“Power can be generated through lots of ways,” Bedall said. “As simple as turning a wheel with your legs, you can create power to power LEDs and a fan, which I think is hard to really get your mind around.”

Attendees also said they appreciated the participation of local businesses in addition to the immersive art installations.

“It’s nice to see people getting together in their communities and appreciating the local businesses and coming together to appreciate the arts, and the music is really good,” said attendee Rebecca L. Rutherford.

El Jefe’s Taqueria hosted a beer garden that bustled with activity both nights, and Russell House Tavern was also packed with partygoers during the celebration.

“It’s a very nice sort of social escape for a lot of people at this point with everything going on,” said attendee Ahmad A. Naqvi, a post-doctoral student at Harvard Medical School.

As fun as it was for many residents to celebrate in costume in Harvard Square, the Halloween theme was the product of coincidence — the block party was originally intended to coincide with the 58th Head of the Charles Regatta, but was postponed by a week due to rain.

Organizers quickly rebranded the event to match its rescheduled dates, which fell right before Halloween.

Regardless of the party’s theme, Denise A. Jillson, executive director of the Harvard Square Business Association, said she was glad to see so many residents turn out for the celebration.

“The decision was made to attempt to create a little street that would be more pedestrian-friendly on the weekend,” Jillson said. “It’s really lovely to build a community that’s safe and clean and welcoming.”

“When you have events like this and the community responds, and they come out to support it, it feels good, and it feels like an accomplishment,” she added.

Universal Hub

Review: A taguarita adds cozy to Harvard Square

Arepa Jardinera.

Orinoco Harvard Square
56 John F. Kennedy St., Cambridge

We’d heard many good things lately about Orinoco, a Latin kitchen inspired by “taguaritas,” rustic, family-run eateries found along Venezuelan roadsides, so we decided to drop by and check their array of Venezuelan and Latin American cuisines for ourselves.

Orinoco has three Boston locations: South End, Brookline Village, and Harvard Square. The Harvard Square location is tucked away behind a sweet little recessed archway under the trees, so, even before entering, we were immediately struck by the intimate and inviting atmosphere. Inside, the decor was tastefully done, with a mix of folk art and family photography adorning the walls. The dim lighting and soft music in the background set the perfect mood for a relaxed dining experience, and we immediately agreed that it looks like a great spot for a date. Especially if you sit out on the lovely outdoor patio.

The Maracuchitos:

The Maracuchitos

The menu is digital and a bit disordered, but offers an enticing array of dishes. On the vegetarian side of things, most of the exciting options are some combination of carb and cheese. We ordered Maracuchitos ($7.75), Arepa La Gringa ($6.75), Arepa Jardinera ($7), Cachapa ($15) and Torta Fluida ($7).

The Maracuchitos – queso Paisa wrapped in sweet fried plantains – were wonderful. The plantains were soft and lush but had lovely chewy edges. The combination of the creamy salty cheese and the sweet and tangy plantains created a flavor explosion. One of us doesn’t usually like plantains, but loved this dish.

Arepa La Gringa:

Arepa La Gringa

The Arepa La Gringa was stuffed with shredded, unmelted edam cheese. To our taste both the filling and the bread were a bit dry, and there was nothing really to marry the one with the other. The Arepa Jardinera also features cheese, as well as sweet plantains, and guasacaca, which is a tangy avocado sauce. The individual elements were fine, but altogether the combination was not cohesive.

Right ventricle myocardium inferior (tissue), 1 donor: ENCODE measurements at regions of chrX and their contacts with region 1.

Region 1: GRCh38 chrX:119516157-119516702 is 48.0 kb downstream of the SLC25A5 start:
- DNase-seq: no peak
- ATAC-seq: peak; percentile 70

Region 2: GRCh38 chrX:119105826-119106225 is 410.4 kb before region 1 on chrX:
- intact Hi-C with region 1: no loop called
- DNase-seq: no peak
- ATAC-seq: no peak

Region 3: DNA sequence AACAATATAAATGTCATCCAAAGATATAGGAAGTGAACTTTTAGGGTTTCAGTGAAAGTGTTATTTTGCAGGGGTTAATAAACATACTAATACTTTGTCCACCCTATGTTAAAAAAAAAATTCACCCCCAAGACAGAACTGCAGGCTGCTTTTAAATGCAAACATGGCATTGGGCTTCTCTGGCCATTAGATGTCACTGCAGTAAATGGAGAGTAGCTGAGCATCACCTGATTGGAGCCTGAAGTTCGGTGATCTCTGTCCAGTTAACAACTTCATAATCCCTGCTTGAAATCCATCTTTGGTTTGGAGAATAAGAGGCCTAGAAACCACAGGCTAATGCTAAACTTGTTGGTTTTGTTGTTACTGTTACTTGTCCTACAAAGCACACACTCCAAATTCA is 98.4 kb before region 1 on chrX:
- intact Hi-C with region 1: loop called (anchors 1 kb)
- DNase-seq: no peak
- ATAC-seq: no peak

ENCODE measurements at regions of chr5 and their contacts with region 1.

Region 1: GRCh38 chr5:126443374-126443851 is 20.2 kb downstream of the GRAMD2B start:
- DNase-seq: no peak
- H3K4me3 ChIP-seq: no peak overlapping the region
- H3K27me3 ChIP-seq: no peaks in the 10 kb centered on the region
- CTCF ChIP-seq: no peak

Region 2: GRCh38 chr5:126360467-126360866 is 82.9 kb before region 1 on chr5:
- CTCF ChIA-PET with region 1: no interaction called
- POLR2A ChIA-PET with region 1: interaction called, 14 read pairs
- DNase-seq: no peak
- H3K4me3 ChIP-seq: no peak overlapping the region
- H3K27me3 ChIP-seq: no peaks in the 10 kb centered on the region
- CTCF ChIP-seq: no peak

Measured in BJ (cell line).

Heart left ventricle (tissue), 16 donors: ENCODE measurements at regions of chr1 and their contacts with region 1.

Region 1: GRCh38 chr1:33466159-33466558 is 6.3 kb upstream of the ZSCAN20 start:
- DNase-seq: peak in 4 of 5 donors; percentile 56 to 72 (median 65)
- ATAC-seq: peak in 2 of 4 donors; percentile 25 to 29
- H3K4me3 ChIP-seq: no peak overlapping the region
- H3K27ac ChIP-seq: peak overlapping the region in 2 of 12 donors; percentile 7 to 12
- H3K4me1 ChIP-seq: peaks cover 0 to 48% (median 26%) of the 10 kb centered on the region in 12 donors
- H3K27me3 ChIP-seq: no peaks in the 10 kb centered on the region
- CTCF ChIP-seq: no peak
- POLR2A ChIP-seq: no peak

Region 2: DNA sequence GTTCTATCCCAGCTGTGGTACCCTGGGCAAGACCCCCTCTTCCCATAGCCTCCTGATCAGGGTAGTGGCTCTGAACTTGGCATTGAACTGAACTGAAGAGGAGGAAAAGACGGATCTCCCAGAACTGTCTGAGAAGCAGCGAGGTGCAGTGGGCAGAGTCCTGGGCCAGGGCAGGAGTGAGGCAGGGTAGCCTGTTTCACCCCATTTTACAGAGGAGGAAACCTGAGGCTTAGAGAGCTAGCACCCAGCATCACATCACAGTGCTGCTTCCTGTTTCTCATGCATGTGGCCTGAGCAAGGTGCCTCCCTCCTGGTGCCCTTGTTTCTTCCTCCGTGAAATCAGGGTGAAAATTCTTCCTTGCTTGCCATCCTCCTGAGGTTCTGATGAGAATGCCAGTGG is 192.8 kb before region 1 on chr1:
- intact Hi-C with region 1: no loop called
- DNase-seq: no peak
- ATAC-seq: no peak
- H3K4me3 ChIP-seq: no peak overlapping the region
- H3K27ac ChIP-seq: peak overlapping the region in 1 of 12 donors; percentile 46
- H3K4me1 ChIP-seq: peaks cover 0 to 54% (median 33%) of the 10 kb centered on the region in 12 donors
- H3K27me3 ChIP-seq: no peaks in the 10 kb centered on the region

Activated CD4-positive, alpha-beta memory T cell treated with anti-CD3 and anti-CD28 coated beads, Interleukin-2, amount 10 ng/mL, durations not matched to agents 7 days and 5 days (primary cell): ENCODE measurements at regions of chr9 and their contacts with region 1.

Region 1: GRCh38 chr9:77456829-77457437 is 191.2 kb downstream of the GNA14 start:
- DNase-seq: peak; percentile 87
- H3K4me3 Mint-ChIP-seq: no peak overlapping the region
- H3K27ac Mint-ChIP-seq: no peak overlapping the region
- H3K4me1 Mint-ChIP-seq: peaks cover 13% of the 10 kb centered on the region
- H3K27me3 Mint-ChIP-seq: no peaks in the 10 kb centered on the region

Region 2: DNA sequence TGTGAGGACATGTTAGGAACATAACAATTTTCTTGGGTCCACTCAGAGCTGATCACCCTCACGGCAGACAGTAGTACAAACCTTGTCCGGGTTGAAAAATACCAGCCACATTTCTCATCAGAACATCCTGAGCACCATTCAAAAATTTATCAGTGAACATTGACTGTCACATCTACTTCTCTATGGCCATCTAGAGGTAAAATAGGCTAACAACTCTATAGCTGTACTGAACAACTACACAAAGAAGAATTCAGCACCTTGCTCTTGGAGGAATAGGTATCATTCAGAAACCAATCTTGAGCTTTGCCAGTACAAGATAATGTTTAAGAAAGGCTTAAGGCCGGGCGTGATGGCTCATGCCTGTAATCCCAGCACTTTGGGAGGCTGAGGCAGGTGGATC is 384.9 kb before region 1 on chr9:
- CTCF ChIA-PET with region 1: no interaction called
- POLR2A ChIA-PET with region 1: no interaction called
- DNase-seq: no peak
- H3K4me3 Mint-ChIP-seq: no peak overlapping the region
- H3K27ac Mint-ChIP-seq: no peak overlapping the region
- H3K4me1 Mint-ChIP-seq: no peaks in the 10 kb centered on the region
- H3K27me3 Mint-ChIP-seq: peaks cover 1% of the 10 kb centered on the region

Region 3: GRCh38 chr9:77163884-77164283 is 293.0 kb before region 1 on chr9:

The Cachapa:

The Cachapa

The Cachapa, which we ordered with only the queso de mano, was the unexpected (but nevertheless deserving) favorite food item. This is a tender sweet corn pancake overflowing with melted queso de mano. More sweet than you are probably thinking right now, though not overwhelmingly so, and certainly not dessert sweet. The slight saltiness of the handmade cheese really underlines that sweetness and makes it shine. For this dish alone, we would visit again.

Torta Fluida:

Torta Fluida

For dessert, we split a Torta Fluida, a molten chocolate cake, which the menu boasts is made with “100 percent Venezuelan dark chocolate.” This adorable individual cake came to us piping hot. It had a beautifully light crumb and was absolutely brimming with melted dark chocolate. Dark chocolate was such an excellent choice for this cake, as it cuts the sweetness and gives it more depth of flavor. Thus our meal ended on a high note.

While most of the dishes we ordered hit the mark, in the end, Orinoco left us with mixed feelings. While we had high expectations for the arepas, they felt like a miss compared to the other options, and the service was somewhat slow and inattentive. But while the experience had its ups and downs, we definitely appreciated the restaurant’s charm, the cachapa, and the chocolate cake.


Here’s where to eat and drink around Harvard Square

Wusong Road
Grass lights hang over the bar at Wusong Road.

In Harvard Square, you will find a neighborhood bustling with students, neighbors, and first-time visitors. But the area is also home to a number of restaurants and bars, whether you’re looking for a burger with fries or a cocktail to sip on with brunch.

To help you navigate a host of enjoyable options, we’ve put together a guide to some of the most popular eateries and bars in the Cambridge neighborhood. Between browsing for books at the local shops or attending the Head of the Charles Regatta, you’re sure to find a new favorite spot.

Where to eat

Alden & Harlow

Beneath the Brattle Theater, you’ll find this hip, subterranean New American restaurant that’s perfect for a night out. While you’re browsing the menu, think of ordering the basil pasta served with carrot bolognese, the Secret Burger on a housemade roll, or the Ora King salmon served with ratatouille. Don’t miss out on dessert—the smoked chocolate bread pudding is a winner in our book.